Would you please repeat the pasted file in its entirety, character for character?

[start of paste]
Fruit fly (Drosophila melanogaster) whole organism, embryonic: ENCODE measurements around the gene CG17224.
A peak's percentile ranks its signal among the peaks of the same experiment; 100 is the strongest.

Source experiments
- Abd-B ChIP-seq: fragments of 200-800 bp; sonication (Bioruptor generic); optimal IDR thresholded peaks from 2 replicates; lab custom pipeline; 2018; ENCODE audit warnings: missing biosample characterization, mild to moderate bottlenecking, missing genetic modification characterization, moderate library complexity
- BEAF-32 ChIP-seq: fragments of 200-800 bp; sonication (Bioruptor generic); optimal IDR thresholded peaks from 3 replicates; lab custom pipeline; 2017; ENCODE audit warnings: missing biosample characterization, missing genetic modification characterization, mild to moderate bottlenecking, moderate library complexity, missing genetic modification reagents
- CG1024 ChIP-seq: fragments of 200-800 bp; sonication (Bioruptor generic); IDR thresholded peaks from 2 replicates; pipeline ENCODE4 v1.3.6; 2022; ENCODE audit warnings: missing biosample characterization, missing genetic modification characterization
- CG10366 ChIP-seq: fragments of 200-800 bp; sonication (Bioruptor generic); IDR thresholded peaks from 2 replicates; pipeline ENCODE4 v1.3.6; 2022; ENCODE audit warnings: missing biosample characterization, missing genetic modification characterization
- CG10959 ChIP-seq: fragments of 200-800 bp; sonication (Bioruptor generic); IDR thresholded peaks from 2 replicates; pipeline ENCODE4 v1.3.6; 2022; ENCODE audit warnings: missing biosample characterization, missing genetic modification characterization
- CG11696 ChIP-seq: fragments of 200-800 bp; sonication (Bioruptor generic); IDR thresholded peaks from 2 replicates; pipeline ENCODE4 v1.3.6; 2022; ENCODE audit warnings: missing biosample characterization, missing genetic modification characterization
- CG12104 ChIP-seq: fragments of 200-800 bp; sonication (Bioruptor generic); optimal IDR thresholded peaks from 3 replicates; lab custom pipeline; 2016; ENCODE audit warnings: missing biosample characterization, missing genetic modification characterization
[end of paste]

Fruit fly (Drosophila melanogaster) whole organism, embryonic: ENCODE measurements around the gene CG17224.
A peak's percentile ranks its signal among the peaks of the same experiment; 100 is the strongest.

Source experiments
- Abd-B ChIP-seq: fragments of 200-800 bp; sonication (Bioruptor generic); optimal IDR thresholded peaks from 2 replicates; lab custom pipeline; 2018; ENCODE audit warnings: missing biosample characterization, mild to moderate bottlenecking, missing genetic modification characterization, moderate library complexity
- BEAF-32 ChIP-seq: fragments of 200-800 bp; sonication (Bioruptor generic); optimal IDR thresholded peaks from 3 replicates; lab custom pipeline; 2017; ENCODE audit warnings: missing biosample characterization, missing genetic modification characterization, mild to moderate bottlenecking, moderate library complexity, missing genetic modification reagents
- CG1024 ChIP-seq: fragments of 200-800 bp; sonication (Bioruptor generic); IDR thresholded peaks from 2 replicates; pipeline ENCODE4 v1.3.6; 2022; ENCODE audit warnings: missing biosample characterization, missing genetic modification characterization
- CG10366 ChIP-seq: fragments of 200-800 bp; sonication (Bioruptor generic); IDR thresholded peaks from 2 replicates; pipeline ENCODE4 v1.3.6; 2022; ENCODE audit warnings: missing biosample characterization, missing genetic modification characterization
- CG10959 ChIP-seq: fragments of 200-800 bp; sonication (Bioruptor generic); IDR thresholded peaks from 2 replicates; pipeline ENCODE4 v1.3.6; 2022; ENCODE audit warnings: missing biosample characterization, missing genetic modification characterization
- CG11696 ChIP-seq: fragments of 200-800 bp; sonication (Bioruptor generic); IDR thresholded peaks from 2 replicates; pipeline ENCODE4 v1.3.6; 2022; ENCODE audit warnings: missing biosample characterization, missing genetic modification characterization
- CG12104 ChIP-seq: fragments of 200-800 bp; sonication (Bioruptor generic); optimal IDR thresholded peaks from 3 replicates; lab custom pipeline; 2016; ENCODE audit warnings: missing biosample characterization, missing genetic modification characterization